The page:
The opinions expressed in this article are the writer’s own and do not reflect the views of Her Campus.
Growing up in a small town in southern Ontario, bisexuality simply did not exist. If a friend of mine told me she liked both boys and girls, whispers from adults would swirl around; phrases like attention seeker, slut and even whore come to mind. Similarly, if a male friend told me the same, he plainly had one foot out of the closet.
As a girl who identified with the LGBTQ+ community from a very young age, I found this sentiment very confusing. I found girls pretty in the same way I found boys cute for as long as I could remember. But if bisexuality wasn’t real and I definitely was not a lesbian, then I must have just been faking it, right?
In retrospect, I’ve been experiencing same-sex attraction for a very long time, but had been sweeping it under the rug in a fear of “faking it” or being seen as “not gay enough.” This compulsory heterosexuality is something that I’m still coming to terms with today.
“I’ve been experiencing same-sex attraction for a long time, but had been sweeping it under the rug in a fear of ‘faking it’ or being seen as ‘not gay enough.'”
Luckily for me, moving to a big city, combined with two years of forced self-discovery, I’ve been able to come to terms with my sexuality and feel comfortable identifying as a bisexual woman. Unfortunately, there’s more to self-discovery than the “self” parts. My internalized biphobia and imposter syndrome were both things I could work on by myself, but after coming out, something that soon came to my attention was the deep ingrained societal fetishization of queer women.
Being objectified by men wasn’t a new concept for me, but my sexuality being taken and completely disregarded for its validity, and instead, being viewed as something for men to get off on, was an entirely new concern.
The more I thought about it, the more I could see it in every piece of media that I consumed. Bi women in movies kissing to impress a guy, bi women participating in threesomes and orgies (with men each time, of course) and bi and lesbian women being used as pawns in popular music as objects for men to look at. The very song that inspired this article, “Girls Want Girls” by Drake does just that. With lyrics reminiscent of a creepy interaction with a man who won’t take “no” for an answer, Drake insists that if you’re a lesbian, then he is too and begs that you, “please bring your girlfriend along with you.”
This commodification in itself is enough to give me a stomach ache, but it’s only worse when compared to how society––specifically cis straight men–– have viewed and treated gay and bisexual men. While gay women are viewed as either attention seekers or simply something for men to look at, queer men are viciously hated and mocked.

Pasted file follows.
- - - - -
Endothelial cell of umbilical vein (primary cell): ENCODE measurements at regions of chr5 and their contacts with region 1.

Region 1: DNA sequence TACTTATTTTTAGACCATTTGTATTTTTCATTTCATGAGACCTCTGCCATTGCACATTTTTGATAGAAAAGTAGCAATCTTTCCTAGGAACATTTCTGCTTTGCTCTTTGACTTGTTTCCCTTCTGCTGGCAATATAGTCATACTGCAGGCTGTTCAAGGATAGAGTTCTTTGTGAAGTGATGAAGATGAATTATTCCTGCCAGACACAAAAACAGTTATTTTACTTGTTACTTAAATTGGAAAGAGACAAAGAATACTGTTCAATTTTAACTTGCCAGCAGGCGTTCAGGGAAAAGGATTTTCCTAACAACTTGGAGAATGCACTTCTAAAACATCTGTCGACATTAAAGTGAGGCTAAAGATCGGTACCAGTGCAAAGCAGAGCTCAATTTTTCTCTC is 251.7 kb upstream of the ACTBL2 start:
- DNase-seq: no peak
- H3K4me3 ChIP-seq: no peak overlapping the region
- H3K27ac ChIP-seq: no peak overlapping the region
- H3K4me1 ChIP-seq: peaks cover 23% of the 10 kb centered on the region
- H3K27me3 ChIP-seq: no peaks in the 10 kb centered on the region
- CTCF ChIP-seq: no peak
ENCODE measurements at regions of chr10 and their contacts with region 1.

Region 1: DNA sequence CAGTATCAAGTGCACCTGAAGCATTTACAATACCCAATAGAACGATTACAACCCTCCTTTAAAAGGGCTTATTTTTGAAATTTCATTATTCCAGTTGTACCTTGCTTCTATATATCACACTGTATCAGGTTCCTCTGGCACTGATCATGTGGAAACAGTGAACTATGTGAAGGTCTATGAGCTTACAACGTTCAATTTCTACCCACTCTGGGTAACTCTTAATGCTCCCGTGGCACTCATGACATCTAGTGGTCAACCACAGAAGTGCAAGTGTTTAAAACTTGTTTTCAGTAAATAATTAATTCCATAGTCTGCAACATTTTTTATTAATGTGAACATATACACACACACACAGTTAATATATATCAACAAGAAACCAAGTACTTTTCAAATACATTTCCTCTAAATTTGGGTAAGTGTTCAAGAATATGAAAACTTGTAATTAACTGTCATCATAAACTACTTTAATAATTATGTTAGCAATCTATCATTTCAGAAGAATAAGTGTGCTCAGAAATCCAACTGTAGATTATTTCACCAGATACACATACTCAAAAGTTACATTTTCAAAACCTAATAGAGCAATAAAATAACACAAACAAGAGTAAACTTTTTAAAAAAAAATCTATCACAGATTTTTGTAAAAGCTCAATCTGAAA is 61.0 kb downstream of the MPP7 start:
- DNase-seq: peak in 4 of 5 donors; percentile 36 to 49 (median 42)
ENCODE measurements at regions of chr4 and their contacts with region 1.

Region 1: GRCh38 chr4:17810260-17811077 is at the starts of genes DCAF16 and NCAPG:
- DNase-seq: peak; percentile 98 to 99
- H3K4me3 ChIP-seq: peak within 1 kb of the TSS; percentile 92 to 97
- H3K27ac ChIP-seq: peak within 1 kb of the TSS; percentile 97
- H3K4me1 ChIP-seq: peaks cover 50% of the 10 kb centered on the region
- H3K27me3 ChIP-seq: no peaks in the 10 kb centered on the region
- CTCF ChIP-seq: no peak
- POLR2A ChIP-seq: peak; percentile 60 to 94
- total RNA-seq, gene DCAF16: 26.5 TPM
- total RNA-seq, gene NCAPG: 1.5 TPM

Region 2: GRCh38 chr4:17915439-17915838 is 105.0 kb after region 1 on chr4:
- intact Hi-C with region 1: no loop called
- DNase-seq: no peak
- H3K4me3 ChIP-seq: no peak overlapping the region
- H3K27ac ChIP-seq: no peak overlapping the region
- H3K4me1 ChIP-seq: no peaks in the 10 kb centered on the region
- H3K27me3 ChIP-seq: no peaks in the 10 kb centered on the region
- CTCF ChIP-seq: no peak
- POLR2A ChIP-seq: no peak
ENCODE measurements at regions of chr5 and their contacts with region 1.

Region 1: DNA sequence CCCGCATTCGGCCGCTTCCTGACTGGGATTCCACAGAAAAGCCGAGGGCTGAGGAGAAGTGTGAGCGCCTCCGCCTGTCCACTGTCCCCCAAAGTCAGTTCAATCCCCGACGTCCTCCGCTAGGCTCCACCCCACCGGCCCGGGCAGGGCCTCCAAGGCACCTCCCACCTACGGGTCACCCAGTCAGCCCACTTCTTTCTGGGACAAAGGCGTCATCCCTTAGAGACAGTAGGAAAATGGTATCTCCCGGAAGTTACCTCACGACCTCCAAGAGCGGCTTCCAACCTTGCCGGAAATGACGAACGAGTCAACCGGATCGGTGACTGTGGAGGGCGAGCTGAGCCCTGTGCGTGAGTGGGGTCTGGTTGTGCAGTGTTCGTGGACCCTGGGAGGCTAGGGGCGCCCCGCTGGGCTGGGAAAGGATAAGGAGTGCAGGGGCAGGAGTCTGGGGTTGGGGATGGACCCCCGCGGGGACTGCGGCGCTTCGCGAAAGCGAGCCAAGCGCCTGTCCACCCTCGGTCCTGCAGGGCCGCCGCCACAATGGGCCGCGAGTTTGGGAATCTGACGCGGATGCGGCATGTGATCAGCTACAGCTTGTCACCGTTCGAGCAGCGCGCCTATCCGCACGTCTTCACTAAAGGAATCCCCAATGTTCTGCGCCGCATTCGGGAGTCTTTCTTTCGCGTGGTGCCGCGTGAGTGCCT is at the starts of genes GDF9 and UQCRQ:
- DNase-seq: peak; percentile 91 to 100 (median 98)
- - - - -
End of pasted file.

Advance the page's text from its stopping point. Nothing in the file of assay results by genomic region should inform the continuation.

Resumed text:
“While women are viewed as either attentino seekers or simply something for men to look at, gay men are viciously hated and mocked.”
The treatment of gay women is not so surprising, after all, why would an absence of attraction or a meaningful relationship with another woman stop a man from viewing women the same way they always have: as objects for them to use as they wish. It is the treatment of gay men that is a bit puzzling since, among most men, they usually grant each other much more respect than women. I’ve come to the conclusion that this is partially due to straight men fearing being treated the same way that they treat women. Either consciously or subconsciously, men know that the way they dismiss and objectify women is wrong, and knowing this, they feel emasculated and vulnerable next to gay men.
All of this is to say, it is unfortunate that straight men simply cannot view us as the people we are. This is due in part to the harmful ideas about the LGBTQ+ community pushed by society historically, as well as the deep-rooted misogyny. As I work towards self-acceptance as a bisexual woman, I am now also working towards helping society accept the queer identities of women everywhere. As a society, we need to dismantle the idea that bisexuality isn’t valid so that women like me can come to terms with their identities sooner. Compulsory heterosexuality is a real thing for so many queer women because of these stereotypes and society’s heteronormativity.
This all begins at home as well as on the big screen. Instead of being portrayed as attention seekers or untrustworthy cheaters, we need more accurate bi representation on TV. Having valid characters to relate to will allow queer women to feel more comfortable discussing these feelings without being dismissed or judged. Lesbian women should be portrayed only for themselves and not as a sexualized fetish. Intersectional feminism is vital when targeting these issues. It is important that we stand up for queer women whenever we hear them being dismissed or undermined.
My wish moving forward is that bisexuality will exist for the next generation and that queer women and their identities will be taken seriously in the way that the identities of cis men often are. This all starts with you. Correct people when they say something dismissive about queer women, and hold men accountable for the way they sexualize you and others. Once mainstream culture changes the way we view queer women- hopefully, we will begin to see less “Girls want Girls” and more respect for the validity of someone’s sexuality and choices.